All the credit apparently goes to the video of Shakira’s hit single Whenever, Wherever, where she is seen belly dancing to jungle beats. According to choreographer and dance instructor Ritambhara Sahni, who runs The Belly Dance Institute in Mumbai, the perception of the dance form got a much-needed boost due to the pop star. “It
suddenly got accepted in India. Earlier, people looked down upon it. That image has changed now,” says Sahni.
On January 28, a show titled Hip-Nosis, The Ultimate Belly Dance Show of The Great Goddesses will bring together 200 young women from the city for a belly dancing performance. As part of it, they will move to Arabic, Egyptian and Bollywood beats.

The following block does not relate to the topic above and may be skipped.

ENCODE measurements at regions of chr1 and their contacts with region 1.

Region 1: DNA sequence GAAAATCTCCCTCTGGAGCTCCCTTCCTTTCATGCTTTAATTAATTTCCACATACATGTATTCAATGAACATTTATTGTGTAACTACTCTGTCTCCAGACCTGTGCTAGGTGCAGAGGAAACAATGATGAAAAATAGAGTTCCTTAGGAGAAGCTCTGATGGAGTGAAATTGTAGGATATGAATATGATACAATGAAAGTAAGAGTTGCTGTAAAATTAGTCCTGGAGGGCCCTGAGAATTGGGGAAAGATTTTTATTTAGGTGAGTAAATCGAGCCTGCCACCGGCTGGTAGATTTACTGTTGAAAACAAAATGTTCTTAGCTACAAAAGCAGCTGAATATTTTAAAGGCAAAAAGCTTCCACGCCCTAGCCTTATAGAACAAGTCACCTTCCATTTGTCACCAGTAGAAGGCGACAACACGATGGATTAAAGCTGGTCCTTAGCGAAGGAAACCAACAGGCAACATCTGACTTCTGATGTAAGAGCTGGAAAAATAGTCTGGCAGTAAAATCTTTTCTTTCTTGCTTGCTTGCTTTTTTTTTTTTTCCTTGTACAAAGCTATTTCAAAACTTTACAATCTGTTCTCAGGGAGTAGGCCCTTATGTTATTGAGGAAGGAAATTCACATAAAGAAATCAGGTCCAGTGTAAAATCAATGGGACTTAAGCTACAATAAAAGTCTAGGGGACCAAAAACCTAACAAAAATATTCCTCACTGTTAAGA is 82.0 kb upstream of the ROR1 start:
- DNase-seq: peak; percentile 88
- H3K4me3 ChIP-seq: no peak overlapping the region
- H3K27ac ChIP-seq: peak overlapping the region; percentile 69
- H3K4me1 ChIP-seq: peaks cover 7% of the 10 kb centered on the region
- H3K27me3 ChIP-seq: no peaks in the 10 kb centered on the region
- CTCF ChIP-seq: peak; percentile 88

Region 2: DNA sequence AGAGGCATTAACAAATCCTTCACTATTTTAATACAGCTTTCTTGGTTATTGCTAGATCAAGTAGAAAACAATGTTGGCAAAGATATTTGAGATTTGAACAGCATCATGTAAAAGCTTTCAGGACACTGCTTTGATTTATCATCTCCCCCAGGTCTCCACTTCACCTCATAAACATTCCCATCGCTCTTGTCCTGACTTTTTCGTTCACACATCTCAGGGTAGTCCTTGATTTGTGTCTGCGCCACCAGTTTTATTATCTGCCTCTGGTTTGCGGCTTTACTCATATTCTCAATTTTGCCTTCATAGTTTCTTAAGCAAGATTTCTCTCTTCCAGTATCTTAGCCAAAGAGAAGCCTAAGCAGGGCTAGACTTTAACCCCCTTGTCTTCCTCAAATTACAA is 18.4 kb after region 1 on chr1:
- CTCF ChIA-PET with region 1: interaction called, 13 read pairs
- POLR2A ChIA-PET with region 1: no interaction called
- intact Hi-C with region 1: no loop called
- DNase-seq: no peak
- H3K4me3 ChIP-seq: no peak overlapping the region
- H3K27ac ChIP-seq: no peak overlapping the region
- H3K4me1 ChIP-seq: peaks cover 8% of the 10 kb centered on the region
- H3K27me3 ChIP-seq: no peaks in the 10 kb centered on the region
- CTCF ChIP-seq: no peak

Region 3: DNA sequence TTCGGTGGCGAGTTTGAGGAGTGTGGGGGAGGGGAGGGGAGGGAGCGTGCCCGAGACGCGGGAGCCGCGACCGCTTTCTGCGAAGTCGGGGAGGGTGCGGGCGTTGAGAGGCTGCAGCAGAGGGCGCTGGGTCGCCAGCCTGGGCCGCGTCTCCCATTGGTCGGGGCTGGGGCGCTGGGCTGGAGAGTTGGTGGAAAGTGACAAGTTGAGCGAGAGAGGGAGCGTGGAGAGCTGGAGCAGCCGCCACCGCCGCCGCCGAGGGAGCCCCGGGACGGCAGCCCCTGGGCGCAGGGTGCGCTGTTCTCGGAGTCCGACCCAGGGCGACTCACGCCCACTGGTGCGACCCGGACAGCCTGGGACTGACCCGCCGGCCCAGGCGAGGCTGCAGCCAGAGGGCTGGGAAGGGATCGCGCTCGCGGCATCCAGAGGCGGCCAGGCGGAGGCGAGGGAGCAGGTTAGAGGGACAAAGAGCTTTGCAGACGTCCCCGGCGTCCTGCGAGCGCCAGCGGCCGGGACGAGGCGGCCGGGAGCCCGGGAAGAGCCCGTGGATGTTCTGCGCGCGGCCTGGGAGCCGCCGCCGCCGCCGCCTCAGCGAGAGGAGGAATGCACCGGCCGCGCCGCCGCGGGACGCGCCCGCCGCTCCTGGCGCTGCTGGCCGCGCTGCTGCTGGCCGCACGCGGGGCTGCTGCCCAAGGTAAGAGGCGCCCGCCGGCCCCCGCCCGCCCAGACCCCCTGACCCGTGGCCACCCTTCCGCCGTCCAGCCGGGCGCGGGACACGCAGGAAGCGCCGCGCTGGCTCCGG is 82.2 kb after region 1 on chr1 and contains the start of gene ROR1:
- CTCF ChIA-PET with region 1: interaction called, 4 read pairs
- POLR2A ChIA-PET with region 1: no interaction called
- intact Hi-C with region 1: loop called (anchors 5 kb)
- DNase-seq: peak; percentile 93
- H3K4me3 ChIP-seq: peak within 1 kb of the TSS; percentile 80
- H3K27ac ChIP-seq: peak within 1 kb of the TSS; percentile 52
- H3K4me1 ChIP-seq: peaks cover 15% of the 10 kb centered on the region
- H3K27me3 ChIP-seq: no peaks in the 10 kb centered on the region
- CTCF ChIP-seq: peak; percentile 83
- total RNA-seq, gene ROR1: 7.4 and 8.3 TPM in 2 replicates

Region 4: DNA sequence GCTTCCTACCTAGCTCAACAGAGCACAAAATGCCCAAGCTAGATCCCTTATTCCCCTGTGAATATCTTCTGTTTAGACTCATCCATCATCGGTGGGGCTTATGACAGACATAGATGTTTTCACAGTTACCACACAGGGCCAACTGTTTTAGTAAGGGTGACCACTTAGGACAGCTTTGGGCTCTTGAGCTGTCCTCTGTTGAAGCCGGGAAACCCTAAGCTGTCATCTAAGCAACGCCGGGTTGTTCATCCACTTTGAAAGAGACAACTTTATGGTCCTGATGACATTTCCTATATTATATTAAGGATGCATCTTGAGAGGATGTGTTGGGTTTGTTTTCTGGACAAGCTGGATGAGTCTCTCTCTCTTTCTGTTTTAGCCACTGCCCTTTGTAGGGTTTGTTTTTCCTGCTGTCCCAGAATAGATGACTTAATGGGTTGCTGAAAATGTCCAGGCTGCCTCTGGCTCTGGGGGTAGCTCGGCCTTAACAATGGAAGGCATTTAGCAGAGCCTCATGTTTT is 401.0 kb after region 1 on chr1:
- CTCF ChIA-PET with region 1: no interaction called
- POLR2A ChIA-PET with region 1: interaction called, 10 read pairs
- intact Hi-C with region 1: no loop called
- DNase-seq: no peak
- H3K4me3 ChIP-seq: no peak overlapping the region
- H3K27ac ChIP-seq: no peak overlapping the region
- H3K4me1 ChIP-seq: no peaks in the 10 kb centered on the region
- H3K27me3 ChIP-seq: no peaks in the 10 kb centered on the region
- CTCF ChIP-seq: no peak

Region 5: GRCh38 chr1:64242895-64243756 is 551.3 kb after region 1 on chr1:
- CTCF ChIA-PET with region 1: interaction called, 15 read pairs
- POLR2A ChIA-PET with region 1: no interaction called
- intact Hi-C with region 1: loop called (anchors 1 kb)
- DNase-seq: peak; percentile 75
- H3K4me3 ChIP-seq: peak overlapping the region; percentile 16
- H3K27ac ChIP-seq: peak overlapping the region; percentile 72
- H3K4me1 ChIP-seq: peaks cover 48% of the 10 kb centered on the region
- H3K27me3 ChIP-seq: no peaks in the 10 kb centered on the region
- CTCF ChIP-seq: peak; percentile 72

Sahni, more importantly, is happy that the women who come to her institute, some of whom are investment bankers, journalists and even schoolteachers, don’t hesitate any more. “Belly dance is not akin to mujra
. The beauty lies in the way the dance is performed. It is a very sensuous form, which if presented well, looks sophisticated.”
She also dispels the myth that one needs to have a flat stomach to be able to do justice to the dance. “Any woman can do this irrespective of their shape or size. In their performance this weekend, the girls will also use props like veils, finger cymbals and swords for a balancing act.”
At the same time, Sahni insists that belly dancing also has many health benefits as it helps a woman emotionally, physically and mentally. She says, “For me, belly dancing is spiritual. It targets your core muscles and shapes you up. Not only do your stomach muscles get toned, it also works wonders for your curves.”